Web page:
LibroLindsay | Jun 18, 2021 |
Viser 1-5 af 106 (næste | vis alle)
Quoting Alexander: "I consider myself a prison abolitionist, in the sense that I think we will eventually end the prisons as we know them. That doesn’t mean that I don’t think we don’t need to remove people from the community who pose a serious threat or who cause serious harm for some period of time. But the question is do we want to create and maintain sites that are designed for the intentional infliction of needless suffering? Because that’s what prison is today. They are sites where we treat people as less than human and put them in literal cages and intentionally inflict harm and suffering on them and then expect that this will somehow improve them. It’s nonsensical, immoral, and counterproductive, and that is what I would like to see come to an end."
 
Contrary to the rosy picture of race embodied in Barack Obama's political success and Oprah Winfrey's financial success, legal scholar Alexander argues vigorously and persuasively that [w]e have not ended racial caste in America; we have merely redesigned it. Jim Crow and legal racial segregation has been replaced by mass incarceration as a system of social control (More African Americans are under correctional control today... than were enslaved in 1850). Alexander reviews American racial history from the colonies to the Clinton administration, delineating its transformation into the war on drugs. She offers an acute analysis of the effect of this mass incarceration upon former inmates who will be discriminated against, legally, for the rest of their lives, denied employment, housing, education, and public benefits. Most provocatively, she reveals how both the move toward colorblindness and affirmative action may blur our vision of injustice: most Americans know and don't know the truth about mass incarceration—but her carefully researched, deeply engaging, and thoroughly readable book should change that.
tilføjet af 2wonderY | RedigerPublisher's Weekly
 

» Tilføj andre forfattere (7 mulige)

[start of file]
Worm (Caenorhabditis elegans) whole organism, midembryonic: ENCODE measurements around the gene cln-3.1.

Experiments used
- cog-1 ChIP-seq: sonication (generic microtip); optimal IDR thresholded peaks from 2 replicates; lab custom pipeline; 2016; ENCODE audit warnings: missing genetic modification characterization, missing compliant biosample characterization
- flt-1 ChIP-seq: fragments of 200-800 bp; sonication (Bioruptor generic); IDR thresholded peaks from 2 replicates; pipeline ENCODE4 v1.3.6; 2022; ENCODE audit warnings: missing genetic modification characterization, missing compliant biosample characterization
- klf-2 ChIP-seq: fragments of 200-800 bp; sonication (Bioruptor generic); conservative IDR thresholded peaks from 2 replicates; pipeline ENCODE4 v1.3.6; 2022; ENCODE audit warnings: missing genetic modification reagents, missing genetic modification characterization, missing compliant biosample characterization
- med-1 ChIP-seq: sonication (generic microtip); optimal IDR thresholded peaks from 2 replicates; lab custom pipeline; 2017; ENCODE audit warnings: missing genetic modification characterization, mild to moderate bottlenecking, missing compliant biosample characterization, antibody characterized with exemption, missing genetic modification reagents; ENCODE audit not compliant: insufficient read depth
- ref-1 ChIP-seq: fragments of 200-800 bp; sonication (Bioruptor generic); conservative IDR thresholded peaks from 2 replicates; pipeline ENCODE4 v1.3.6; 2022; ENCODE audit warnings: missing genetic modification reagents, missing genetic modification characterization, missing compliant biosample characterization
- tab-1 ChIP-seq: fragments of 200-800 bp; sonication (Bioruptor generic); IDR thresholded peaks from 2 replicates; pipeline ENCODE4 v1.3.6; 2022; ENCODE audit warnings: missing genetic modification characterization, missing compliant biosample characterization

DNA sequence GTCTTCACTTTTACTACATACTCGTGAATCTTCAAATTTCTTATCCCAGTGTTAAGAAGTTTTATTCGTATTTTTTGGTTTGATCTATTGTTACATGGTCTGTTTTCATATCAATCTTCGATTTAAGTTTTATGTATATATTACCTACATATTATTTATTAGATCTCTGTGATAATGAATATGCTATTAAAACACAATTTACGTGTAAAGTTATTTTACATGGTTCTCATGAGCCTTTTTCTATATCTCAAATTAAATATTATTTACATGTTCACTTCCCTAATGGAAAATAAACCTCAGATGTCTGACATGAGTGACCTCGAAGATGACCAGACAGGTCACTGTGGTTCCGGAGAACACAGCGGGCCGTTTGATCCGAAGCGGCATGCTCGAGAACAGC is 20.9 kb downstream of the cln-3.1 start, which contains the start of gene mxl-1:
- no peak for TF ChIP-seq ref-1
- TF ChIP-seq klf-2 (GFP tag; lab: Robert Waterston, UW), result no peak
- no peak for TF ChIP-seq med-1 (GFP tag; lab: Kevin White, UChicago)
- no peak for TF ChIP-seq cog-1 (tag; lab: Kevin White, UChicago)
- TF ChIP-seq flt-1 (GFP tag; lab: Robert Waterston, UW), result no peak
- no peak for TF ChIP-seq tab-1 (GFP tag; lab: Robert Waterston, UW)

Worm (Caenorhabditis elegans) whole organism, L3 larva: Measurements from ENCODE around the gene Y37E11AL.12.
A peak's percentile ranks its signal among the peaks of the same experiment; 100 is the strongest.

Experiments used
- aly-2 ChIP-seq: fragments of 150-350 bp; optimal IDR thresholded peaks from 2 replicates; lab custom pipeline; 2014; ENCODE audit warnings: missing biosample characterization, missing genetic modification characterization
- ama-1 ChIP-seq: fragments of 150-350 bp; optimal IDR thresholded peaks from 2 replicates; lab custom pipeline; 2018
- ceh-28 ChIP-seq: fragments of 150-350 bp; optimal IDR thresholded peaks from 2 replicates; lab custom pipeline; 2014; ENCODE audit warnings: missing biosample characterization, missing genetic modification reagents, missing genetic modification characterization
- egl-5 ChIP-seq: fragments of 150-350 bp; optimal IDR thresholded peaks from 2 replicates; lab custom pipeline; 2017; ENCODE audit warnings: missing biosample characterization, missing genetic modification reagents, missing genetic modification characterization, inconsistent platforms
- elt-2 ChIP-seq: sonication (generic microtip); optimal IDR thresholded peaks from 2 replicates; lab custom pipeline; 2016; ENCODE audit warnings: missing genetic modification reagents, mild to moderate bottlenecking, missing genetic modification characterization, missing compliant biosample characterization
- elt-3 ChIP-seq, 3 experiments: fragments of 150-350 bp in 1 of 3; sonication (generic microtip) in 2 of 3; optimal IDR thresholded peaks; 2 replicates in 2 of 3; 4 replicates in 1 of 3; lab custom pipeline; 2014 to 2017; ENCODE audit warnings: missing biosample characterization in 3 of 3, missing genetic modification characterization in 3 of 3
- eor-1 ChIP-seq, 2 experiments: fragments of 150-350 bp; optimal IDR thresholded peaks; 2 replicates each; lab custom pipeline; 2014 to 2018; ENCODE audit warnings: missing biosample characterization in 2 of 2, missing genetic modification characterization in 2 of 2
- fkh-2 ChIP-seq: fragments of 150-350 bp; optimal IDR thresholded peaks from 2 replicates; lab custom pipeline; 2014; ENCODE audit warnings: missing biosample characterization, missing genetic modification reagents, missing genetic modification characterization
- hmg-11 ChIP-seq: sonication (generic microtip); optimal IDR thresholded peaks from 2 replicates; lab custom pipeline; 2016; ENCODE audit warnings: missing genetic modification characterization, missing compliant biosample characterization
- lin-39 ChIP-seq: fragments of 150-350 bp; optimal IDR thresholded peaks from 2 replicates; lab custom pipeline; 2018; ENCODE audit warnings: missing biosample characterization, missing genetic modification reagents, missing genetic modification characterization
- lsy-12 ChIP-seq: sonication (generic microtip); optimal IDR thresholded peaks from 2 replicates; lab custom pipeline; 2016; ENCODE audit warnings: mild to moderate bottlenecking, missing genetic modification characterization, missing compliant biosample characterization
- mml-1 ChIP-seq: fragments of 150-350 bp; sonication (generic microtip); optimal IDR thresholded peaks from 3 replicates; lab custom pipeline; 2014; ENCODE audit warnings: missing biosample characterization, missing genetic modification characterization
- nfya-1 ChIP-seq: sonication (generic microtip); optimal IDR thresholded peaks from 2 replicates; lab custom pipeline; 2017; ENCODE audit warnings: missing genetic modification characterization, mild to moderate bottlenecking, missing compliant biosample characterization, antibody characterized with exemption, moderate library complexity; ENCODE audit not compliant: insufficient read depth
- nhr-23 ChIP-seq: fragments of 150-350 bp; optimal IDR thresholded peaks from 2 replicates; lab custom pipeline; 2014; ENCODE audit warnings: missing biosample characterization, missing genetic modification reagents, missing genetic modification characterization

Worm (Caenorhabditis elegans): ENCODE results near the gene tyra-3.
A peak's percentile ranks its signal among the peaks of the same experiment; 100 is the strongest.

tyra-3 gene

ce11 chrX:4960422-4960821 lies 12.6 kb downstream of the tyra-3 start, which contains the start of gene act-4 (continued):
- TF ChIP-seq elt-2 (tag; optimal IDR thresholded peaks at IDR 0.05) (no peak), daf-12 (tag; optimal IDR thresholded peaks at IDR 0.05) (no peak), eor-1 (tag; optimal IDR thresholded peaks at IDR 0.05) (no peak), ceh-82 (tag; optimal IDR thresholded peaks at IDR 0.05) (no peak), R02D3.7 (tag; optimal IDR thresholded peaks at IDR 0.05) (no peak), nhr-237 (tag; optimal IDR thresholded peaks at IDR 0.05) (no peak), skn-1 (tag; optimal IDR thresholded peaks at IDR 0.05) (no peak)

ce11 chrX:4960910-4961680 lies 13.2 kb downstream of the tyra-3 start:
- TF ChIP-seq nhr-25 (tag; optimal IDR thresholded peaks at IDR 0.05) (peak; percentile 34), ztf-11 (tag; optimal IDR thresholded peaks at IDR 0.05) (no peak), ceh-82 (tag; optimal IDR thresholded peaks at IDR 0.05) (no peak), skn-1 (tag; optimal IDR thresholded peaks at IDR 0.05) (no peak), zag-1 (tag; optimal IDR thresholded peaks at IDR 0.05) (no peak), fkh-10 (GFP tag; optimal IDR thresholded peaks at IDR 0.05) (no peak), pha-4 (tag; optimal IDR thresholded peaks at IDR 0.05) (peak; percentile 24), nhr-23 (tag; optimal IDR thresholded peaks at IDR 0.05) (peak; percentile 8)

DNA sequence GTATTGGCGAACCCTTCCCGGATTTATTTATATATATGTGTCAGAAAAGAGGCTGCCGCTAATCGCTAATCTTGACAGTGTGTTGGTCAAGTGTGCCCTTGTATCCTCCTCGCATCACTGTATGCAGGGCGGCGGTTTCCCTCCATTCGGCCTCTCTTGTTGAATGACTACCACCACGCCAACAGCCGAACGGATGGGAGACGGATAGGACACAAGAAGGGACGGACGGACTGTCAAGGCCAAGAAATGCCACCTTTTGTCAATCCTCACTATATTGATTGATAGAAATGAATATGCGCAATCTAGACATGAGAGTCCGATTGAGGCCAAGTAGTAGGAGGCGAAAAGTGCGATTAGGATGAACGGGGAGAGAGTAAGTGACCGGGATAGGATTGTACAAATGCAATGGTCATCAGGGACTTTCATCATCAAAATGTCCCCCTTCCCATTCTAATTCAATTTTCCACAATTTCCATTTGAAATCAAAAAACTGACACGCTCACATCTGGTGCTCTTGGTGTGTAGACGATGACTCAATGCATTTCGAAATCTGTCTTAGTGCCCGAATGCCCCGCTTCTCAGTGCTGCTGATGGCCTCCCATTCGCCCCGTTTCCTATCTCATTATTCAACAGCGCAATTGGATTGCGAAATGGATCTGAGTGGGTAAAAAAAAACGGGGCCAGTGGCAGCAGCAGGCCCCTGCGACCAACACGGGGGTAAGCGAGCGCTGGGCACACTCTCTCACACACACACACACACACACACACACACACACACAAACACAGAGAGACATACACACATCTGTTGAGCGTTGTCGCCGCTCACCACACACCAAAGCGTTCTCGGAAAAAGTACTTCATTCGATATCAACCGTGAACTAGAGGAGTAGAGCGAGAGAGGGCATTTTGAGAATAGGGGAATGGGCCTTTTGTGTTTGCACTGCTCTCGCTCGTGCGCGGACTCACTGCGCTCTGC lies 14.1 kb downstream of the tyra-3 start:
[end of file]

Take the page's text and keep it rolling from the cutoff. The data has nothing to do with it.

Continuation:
Forfatter navnRolleHvilken slags forfatterVærk?Status
Alexander, MichelleForfatterprimær forfatteralle udgaverbekræftet
Chilton, KarenFortællermedforfatternogle udgaverbekræftet
West, CornelForordmedforfatternogle udgaverbekræftet
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American juvenile justice system

City of Los Angeles v. Lyons

Comparison of United States incarceration rate with other countries

Jim Crow laws

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Prison

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This work argues that the War on Drugs and policies that deny convicted felons equal access to employment, housing, education, and public benefits create a permanent under caste based largely on race. As the United States celebrates the nation's "triumph over race" with the election of Barack Obama, the majority of young black men in major American cities are locked behind bars or have been labeled felons for life. Although Jim Crow laws have been wiped off the books, an astounding percentage of the African American community remains trapped in a subordinate status - much like their grandparents before them. In this incisive critique, former litigator-turned-legal-scholar Michelle Alexander provocatively argues that we have not ended racial caste in America: we have simply redesigned it. Alexander shows that, by targeting black men and decimating communities of color, the U.S. criminal justice system functions as a contemporary system of racial control, even as it formally adheres to the principle of color blindness. The New Jim Crow challenges the civil rights community - and all of us - to place mass incarceration at the forefront of a new movement for racial justice in America.